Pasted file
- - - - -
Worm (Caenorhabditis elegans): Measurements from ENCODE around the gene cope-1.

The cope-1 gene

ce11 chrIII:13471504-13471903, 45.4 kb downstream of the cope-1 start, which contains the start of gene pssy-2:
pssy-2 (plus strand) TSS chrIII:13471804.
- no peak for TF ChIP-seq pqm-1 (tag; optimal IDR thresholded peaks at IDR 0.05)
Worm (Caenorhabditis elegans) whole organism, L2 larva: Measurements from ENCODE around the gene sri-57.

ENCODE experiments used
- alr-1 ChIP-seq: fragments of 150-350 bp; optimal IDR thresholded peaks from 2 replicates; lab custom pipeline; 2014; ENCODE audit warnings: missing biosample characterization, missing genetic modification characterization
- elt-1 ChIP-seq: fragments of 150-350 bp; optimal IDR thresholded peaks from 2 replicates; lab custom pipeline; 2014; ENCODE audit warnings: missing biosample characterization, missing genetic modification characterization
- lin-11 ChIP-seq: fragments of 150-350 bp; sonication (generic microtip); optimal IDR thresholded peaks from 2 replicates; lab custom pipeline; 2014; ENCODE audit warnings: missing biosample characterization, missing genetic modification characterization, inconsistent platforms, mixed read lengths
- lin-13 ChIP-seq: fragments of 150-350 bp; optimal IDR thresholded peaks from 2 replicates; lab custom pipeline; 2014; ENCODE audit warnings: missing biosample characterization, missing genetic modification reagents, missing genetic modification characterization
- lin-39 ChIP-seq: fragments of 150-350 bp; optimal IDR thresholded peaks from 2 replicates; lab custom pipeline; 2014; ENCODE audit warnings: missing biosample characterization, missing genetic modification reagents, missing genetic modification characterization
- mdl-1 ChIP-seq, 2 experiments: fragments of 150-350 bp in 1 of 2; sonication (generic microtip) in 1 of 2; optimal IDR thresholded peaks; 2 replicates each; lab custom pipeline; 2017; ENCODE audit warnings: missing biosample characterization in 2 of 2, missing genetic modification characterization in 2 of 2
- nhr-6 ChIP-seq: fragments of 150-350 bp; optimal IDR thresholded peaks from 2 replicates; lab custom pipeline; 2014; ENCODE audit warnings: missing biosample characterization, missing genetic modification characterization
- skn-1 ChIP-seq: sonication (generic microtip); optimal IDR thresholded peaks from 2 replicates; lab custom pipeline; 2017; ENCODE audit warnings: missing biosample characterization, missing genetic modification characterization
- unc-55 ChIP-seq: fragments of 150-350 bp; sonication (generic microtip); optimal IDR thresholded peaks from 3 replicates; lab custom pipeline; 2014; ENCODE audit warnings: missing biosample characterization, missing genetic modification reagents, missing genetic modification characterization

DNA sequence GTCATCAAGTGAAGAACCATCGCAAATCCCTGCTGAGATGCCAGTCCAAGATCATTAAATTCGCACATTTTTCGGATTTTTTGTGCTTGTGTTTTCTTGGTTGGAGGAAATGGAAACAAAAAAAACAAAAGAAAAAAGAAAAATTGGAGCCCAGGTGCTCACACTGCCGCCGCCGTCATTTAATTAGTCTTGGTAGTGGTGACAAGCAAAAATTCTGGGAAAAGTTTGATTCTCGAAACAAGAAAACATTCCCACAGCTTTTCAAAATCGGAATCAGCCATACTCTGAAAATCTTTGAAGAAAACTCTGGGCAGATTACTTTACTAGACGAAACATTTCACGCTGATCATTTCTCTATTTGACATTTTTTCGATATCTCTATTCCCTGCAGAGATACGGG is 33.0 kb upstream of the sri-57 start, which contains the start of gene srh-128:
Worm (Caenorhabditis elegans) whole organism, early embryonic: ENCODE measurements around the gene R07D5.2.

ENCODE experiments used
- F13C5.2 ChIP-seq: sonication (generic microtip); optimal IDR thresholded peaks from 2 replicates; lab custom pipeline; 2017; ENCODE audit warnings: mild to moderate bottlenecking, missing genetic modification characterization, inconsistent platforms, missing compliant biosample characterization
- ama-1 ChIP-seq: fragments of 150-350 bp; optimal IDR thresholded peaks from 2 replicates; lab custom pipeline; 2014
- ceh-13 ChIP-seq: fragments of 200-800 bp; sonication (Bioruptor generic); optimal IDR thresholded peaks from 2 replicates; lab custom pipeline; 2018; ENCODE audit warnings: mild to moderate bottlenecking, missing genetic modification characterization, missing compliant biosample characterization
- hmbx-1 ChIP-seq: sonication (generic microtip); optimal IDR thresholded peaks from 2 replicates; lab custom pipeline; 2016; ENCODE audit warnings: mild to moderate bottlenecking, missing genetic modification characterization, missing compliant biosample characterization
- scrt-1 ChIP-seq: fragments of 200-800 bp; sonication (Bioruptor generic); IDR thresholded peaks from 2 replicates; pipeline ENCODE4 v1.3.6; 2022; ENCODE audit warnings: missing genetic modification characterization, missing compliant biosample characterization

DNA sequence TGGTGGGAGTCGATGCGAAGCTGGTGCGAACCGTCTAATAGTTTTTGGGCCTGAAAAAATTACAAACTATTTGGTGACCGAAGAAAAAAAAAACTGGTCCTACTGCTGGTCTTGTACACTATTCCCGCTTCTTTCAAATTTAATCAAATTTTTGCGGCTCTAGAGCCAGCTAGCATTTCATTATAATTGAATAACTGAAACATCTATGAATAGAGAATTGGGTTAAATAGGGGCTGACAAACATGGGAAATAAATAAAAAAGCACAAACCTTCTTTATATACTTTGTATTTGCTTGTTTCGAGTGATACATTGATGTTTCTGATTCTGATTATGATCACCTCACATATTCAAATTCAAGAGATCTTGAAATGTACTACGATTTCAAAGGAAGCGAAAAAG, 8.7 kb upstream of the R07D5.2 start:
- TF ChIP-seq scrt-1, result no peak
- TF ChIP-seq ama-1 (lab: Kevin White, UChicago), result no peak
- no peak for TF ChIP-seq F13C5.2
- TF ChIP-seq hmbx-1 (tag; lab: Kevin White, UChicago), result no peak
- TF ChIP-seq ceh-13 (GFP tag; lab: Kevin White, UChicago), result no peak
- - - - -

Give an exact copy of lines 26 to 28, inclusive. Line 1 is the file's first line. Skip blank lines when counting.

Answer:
- TF ChIP-seq scrt-1, result no peak
- TF ChIP-seq ama-1 (lab: Kevin White, UChicago), result no peak
- no peak for TF ChIP-seq F13C5.2